Fight in furious space combat battles around the most massive ships and stations ever created in a space game.
Explore a multi-sided in-game story line and make crucial decisions that will change your future.
Featuring intense team tactics and BASE WARS. Talk to other star pilots and coordinate attacks with Voice-Over-Net.
CHOOSE SIDES — Battle across multiple sectors as you fight to destroy opponent's base.
Featuring Bruce Cambell as the voice of Jake Logan
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The player also has the ability to choose for each mission which squadron he or she wants to fly in (e.g. either the Y-wings that disable a ship for capture or the X-wings that support them), his or her specific ship type, and the ship's armaments.
Star Trek: Bridge Crew puts you and your friends in the heart of a starship, where- as officers of the Federation- every action and decision you make together will determine the fate of your ship and crew. Developed specifically for VR, Star Trek: Bridge Crew is the only game to offer a true-to-life level of immersion in the Star Trek universe.
In Star Trek: Bridge Crew, the Federation dispatches you and your crew to command the new vessel U.S.S. Aegis as part of a critical initiative. Your mission: explore a largely uncharted sector of space known as The Trench, in hopes of locating a suitable new home world for the decimated Vulcan populace. The Trench contains stunning beauty and undiscovered wonders, but also strange anomalies and dangers yet unknown. The Klingon Empire is also active in the region, and their purpose is undoubtedly a threat to the Federation’s plans. It’s up to you and your crew to chart the sector to determine the Klingons’ aims, and to secure a peaceful Federation presence.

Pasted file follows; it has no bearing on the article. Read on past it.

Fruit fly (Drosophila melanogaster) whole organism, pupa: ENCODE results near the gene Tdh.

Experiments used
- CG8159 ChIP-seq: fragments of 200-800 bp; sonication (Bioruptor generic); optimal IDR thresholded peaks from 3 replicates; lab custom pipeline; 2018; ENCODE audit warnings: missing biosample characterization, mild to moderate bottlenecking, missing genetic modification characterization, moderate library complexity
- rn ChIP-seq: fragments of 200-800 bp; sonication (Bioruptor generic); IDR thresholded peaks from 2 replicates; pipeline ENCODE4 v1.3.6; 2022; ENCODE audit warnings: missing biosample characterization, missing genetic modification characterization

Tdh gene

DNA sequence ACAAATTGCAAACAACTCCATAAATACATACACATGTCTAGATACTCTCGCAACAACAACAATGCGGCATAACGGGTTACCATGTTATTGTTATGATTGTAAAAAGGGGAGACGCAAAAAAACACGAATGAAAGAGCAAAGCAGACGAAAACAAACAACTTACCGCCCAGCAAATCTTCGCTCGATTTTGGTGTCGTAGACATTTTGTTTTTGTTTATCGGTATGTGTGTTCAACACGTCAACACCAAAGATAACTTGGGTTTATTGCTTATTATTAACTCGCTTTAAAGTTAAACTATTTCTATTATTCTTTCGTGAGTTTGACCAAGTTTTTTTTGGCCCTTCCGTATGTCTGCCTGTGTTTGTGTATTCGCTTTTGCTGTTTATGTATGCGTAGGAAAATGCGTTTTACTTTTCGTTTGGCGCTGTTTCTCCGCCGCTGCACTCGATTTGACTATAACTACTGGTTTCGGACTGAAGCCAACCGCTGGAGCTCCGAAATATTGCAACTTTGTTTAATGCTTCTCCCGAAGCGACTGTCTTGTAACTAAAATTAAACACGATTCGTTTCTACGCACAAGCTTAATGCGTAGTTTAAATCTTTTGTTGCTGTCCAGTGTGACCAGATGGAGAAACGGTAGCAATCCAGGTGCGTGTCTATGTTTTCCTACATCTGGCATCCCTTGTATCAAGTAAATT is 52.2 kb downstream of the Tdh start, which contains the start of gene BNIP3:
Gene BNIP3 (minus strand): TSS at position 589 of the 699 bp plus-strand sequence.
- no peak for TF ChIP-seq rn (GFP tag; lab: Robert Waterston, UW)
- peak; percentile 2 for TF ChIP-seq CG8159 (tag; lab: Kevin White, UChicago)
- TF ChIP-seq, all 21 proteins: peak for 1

Eight hundred years prior to the start of our story, bitter conflict divided all of mankind. A handful of colonists struck out on their own to begin anew - far away from the Earth and its turmoil. Several ships were launched with enough equipment and supplies to give the hundreds onboard a fighting chance - but since the area around far-off Sirius had never been surveyed, no one really knew what to expect. What they found was a new frontier of free-flowing natural resources, unexplored territories, great wonders and lurking dangers. Each ship, representing the clusters of people and their earthly place of origin, settled into different parts of the galaxy pre-selected by their ship-board computer to give them the best chance of survival.
Life was hard in the beginning, but over the 800 years the different colonies prospered and expanded their territories, claiming more and more systems for their own. Survival and propagation eventually led to growth and profit as each of the colonies developed specialties and fostered commerce. As the colonies grew and time passed their connections with their roots on Earth dwindled and they lost their memories of the conflicts of the past. Soon their attention was dominated by new, more immediate conflicts. Feelings of lost ancestral connection spurred anachronism in the look of the great cities, and created a somewhat distorted image of each colony's cultural heritage. In the ever-expanding outer edge of the territories, frontier lawlessness prevailed.